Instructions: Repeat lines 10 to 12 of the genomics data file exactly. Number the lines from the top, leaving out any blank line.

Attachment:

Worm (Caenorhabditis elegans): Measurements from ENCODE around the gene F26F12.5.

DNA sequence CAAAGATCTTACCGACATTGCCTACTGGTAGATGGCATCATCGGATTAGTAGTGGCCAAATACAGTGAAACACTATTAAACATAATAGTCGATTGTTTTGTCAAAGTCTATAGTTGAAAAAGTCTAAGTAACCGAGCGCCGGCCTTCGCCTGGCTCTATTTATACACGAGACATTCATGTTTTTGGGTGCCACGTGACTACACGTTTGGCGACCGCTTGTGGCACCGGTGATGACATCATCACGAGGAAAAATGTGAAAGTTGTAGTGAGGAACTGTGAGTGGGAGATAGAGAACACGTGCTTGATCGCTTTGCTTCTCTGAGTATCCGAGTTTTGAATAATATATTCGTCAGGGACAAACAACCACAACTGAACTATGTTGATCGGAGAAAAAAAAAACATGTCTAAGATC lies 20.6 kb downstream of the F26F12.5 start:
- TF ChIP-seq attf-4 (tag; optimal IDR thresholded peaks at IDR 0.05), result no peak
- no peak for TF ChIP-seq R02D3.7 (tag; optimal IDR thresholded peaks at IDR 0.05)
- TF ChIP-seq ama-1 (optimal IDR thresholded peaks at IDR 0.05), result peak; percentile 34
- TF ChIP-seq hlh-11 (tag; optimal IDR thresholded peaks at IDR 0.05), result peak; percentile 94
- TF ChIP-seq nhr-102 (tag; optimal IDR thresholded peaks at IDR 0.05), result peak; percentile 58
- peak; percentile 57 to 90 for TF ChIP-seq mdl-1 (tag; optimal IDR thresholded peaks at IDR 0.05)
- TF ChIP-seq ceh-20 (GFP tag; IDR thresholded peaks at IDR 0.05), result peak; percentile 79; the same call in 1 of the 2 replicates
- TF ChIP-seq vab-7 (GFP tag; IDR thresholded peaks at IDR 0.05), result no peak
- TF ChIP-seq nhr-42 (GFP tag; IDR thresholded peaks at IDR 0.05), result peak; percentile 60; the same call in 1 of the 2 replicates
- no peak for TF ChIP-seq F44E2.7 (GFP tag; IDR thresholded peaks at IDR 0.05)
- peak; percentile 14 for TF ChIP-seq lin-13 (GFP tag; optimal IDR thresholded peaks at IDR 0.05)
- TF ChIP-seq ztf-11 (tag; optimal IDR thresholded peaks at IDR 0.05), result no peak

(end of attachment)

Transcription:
- TF ChIP-seq vab-7 (GFP tag; IDR thresholded peaks at IDR 0.05), result no peak
- TF ChIP-seq nhr-42 (GFP tag; IDR thresholded peaks at IDR 0.05), result peak; percentile 60; the same call in 1 of the 2 replicates
- no peak for TF ChIP-seq F44E2.7 (GFP tag; IDR thresholded peaks at IDR 0.05)